Questions about Hillary Clinton’s private email server dogged her throughout the presidential campaign, but a single letter cost her the election, her campaign manager said tonight.
Robby Mook, who led Clinton’s unsuccessful bid for president, placed the blame for her loss squarely on FBI Director James Comey during a forum at Harvard’s Kennedy School of Government. Comey’s letter to Congress suggesting new evidence may have turned up in the investigation of her server roiled the campaign less than two weeks before Election Day.
“It’s hard to imagine the kind of impact that that letter had,” Mook said.
Needless to say, Trump campaign manager Kellyanne Conway disagreed. She called Clinton a flawed, “joyless” candidate from the start who failed to connect to working families. Clinton focused too much on Donald Trump’s problems than on her own strengths, Conway said. Voters also didn’t trust her, she said.
“She came into this campaign with pretty terrible numbers about veracity,” Conway said. “I felt she could have done more earlier to put that to rest.”
The electoral arch-rivals were taking part in a panel moderated by CNN’s Jake Tapper, the final event of a two-day election post-mortem hosted every four years at the school. Earlier in the week, demonstrators gathered outside the school’s main building to protest its invitation to former Trump campaign chief executive and current chief strategist Steve Bannon over the white supremacist rhetoric of the site he formerly led, Breitbart News. Though the school defended his invitation to a closed-door forum on Wednesday, Bannon cancelled at the last minute, citing scheduling conflicts.
Mook returned to the Comey letter repeatedly during his appearance, blaming it for undecided voters breaking for Trump. He said he believed it also cost Clinton support from key demographic groups.
“We were expecting to perform better with suburban women. We do think that was because of the Comey letter,” he said. “We saw a lot of young people go to third-party candidates and we think the letter had something to do with that, too.”
Tapper asked about the scourge of fake news during the campaign. Mook said the “post-factual” nature of the election also contributed to Clinton’s loss, accusing Breitbart and Bannon of playing a role in disseminating it.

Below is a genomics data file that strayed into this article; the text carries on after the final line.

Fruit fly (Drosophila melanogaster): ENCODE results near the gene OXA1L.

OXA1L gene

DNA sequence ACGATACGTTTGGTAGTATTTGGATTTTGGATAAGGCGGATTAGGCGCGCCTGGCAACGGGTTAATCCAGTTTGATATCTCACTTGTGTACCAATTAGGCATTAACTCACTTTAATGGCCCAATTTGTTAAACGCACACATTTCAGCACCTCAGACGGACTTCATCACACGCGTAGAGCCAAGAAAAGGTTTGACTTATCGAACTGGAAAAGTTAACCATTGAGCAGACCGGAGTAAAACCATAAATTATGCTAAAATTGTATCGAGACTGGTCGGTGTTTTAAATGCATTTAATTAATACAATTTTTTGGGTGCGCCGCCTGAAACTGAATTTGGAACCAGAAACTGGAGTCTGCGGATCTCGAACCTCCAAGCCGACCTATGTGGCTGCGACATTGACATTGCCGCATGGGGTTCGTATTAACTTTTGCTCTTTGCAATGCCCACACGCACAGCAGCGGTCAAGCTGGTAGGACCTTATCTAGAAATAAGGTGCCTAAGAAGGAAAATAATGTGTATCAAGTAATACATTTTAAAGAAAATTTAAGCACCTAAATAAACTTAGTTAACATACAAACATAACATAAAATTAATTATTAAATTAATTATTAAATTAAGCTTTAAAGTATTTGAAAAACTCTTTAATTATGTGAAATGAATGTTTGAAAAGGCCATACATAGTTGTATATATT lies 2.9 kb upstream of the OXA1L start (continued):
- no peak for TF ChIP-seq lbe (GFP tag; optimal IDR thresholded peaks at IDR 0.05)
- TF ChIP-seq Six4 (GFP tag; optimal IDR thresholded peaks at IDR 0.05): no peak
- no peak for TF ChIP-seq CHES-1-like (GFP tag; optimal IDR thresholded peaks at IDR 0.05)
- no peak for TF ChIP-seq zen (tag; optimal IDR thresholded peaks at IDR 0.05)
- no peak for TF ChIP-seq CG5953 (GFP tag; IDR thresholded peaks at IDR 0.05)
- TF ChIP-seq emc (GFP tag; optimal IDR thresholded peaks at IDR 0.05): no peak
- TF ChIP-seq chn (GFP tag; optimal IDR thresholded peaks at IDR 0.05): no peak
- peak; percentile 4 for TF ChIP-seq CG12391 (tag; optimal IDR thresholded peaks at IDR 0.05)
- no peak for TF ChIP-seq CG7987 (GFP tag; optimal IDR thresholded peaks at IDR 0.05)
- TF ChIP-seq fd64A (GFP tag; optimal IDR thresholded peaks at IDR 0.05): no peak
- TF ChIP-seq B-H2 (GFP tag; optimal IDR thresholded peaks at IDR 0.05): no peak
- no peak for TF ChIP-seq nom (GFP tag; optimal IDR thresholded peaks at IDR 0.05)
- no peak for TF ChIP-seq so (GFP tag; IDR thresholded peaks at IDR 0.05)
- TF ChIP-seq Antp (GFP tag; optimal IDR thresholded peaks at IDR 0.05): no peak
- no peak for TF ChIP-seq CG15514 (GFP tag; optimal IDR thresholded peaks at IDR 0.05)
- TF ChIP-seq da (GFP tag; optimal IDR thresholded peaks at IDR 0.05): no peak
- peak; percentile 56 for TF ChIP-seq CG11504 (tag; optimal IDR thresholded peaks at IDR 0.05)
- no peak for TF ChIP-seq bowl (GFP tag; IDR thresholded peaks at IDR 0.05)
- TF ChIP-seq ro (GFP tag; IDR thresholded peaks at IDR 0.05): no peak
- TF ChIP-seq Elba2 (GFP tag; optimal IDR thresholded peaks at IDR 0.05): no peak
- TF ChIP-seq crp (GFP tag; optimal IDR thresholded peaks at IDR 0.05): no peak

“I think the biggest piece of fake news in this campaign was the story that Donald Trump couldn’t win,” Conway retorted.
An audience member asked Mook if reports were true that former President Bill Clinton had pushed Clinton to offer a stronger economic message to voters, especially the white working class voters who helped put Trump over the top in Rust Belt states. Mook waffled. Tapper followed up by asking how Bill Clinton was feeling now after the loss, and Mook stayed on message: “I think he’s very upset about that letter from James Comey.” The audience laughed.
Tapper asked Conway whether Trump’s baseless tweets claiming Hillary Clinton had received millions of fraudulent votes was presidential behavior.
“Well, he’s the president elect, so it’s presidential,” Conway said.
Tapper challenged Conway’s circular reasoning: “So, is what Bill Clinton did in the Oval Office presidential?”
Conway insisted it wasn’t an apt comparison and argued Hillary Clinton had done more damage dividing the country by referring to some Trump supporters as a “basket of deplorables.” Trump voters, she said, “They were very fearful and apprehensive to think that we were going to get a president that thinks that half the country is deplorable and more importantly irredeemable.”
Mook, soft-spoken for most of the night, perked up. “You cannot compare in my mind the way Donald Trump alienated certain citizens in our country with one remark that Clinton made. They are completely different.” He argued that Trump needed to speak up more forcefully to denounce hate groups celebrating Trump’s win, pointing to a Klu Klux Klan endorsement of the GOP candidate.
“Be fair, they endorsed him. Did he ask them to?” Conway said.
It turned out to be the most contentious exchange of the night. In the end, the two shook hands–which is more than could be said for their bosses not so long ago.